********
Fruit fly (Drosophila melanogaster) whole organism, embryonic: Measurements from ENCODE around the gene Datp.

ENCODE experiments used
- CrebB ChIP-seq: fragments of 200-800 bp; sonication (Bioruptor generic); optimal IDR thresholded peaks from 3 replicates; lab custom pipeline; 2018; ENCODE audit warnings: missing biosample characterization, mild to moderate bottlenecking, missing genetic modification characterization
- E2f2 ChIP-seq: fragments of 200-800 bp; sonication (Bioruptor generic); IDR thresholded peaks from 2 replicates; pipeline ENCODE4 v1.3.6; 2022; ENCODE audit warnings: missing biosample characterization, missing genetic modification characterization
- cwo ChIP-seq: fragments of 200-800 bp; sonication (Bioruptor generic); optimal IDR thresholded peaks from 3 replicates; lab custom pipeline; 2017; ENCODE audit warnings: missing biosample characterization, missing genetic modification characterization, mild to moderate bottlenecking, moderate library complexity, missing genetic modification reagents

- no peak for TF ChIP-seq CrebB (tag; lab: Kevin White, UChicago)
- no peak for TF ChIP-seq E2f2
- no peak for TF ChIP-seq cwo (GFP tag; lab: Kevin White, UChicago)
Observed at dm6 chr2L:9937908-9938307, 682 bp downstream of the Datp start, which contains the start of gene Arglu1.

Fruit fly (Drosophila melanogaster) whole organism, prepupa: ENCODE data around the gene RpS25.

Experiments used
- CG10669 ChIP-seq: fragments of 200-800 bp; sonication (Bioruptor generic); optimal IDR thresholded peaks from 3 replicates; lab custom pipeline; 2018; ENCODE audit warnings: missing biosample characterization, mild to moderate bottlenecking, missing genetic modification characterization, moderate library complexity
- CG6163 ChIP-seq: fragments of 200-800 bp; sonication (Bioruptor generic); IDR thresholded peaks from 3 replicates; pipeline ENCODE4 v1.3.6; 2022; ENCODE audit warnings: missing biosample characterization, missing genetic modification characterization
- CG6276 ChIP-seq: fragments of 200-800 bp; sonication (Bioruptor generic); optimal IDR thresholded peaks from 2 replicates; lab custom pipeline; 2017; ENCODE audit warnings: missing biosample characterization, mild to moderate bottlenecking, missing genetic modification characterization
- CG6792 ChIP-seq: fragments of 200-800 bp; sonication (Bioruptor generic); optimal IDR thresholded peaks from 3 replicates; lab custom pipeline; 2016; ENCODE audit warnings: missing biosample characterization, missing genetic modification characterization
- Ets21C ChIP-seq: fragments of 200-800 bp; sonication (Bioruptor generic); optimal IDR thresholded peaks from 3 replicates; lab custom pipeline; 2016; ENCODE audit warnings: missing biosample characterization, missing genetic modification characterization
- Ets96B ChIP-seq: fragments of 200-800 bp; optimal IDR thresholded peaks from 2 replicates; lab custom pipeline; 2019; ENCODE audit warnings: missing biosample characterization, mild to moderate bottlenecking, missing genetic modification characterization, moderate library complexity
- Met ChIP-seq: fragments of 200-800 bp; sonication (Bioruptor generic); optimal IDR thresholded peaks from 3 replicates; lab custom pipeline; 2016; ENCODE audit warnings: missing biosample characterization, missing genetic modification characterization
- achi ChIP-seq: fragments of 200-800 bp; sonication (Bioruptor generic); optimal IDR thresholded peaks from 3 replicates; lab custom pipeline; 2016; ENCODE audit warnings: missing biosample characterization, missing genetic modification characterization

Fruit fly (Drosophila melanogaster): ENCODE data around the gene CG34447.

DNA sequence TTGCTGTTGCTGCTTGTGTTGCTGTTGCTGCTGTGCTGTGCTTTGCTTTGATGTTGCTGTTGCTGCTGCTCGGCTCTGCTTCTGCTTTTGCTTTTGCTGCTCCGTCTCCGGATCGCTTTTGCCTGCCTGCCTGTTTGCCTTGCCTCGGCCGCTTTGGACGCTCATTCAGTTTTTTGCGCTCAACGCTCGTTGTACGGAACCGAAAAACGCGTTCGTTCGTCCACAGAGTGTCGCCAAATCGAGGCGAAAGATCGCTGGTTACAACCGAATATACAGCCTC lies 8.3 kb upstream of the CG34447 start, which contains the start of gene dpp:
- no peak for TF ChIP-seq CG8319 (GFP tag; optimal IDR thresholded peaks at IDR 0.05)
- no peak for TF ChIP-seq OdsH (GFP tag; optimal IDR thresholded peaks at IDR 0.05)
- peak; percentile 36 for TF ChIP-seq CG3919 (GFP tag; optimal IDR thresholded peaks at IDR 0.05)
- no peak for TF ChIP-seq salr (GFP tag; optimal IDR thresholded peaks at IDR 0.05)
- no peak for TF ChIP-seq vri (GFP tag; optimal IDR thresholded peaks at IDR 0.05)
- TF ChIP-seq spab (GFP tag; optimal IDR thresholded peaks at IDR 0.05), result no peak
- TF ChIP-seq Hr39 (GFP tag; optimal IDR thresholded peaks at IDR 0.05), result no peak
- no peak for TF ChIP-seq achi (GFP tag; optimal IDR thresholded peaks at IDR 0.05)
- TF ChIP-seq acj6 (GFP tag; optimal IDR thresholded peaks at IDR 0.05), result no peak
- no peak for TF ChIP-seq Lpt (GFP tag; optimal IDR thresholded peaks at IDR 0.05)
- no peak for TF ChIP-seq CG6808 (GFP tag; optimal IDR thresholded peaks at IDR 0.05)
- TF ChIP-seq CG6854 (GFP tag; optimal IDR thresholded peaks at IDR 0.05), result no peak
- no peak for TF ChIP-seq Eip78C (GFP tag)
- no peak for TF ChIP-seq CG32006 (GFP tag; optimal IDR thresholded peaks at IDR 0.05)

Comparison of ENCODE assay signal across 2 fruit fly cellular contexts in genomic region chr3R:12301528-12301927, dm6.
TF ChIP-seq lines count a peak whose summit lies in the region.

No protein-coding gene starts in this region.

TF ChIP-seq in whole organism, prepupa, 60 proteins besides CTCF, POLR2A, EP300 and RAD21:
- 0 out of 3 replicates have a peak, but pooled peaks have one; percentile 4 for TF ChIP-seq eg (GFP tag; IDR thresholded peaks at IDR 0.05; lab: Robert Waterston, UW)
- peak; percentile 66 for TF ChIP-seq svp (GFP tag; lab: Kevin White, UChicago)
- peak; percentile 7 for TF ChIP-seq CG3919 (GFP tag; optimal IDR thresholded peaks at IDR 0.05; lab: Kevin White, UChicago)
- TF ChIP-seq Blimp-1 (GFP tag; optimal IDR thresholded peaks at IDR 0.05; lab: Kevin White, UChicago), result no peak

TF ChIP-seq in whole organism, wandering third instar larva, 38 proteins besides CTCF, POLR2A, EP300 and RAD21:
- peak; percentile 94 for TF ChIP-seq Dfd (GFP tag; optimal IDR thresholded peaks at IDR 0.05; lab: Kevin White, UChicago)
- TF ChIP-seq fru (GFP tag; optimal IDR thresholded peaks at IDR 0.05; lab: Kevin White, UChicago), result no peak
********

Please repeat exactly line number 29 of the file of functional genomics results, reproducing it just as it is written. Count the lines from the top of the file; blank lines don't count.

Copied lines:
- no peak for TF ChIP-seq achi (GFP tag; optimal IDR thresholded peaks at IDR 0.05)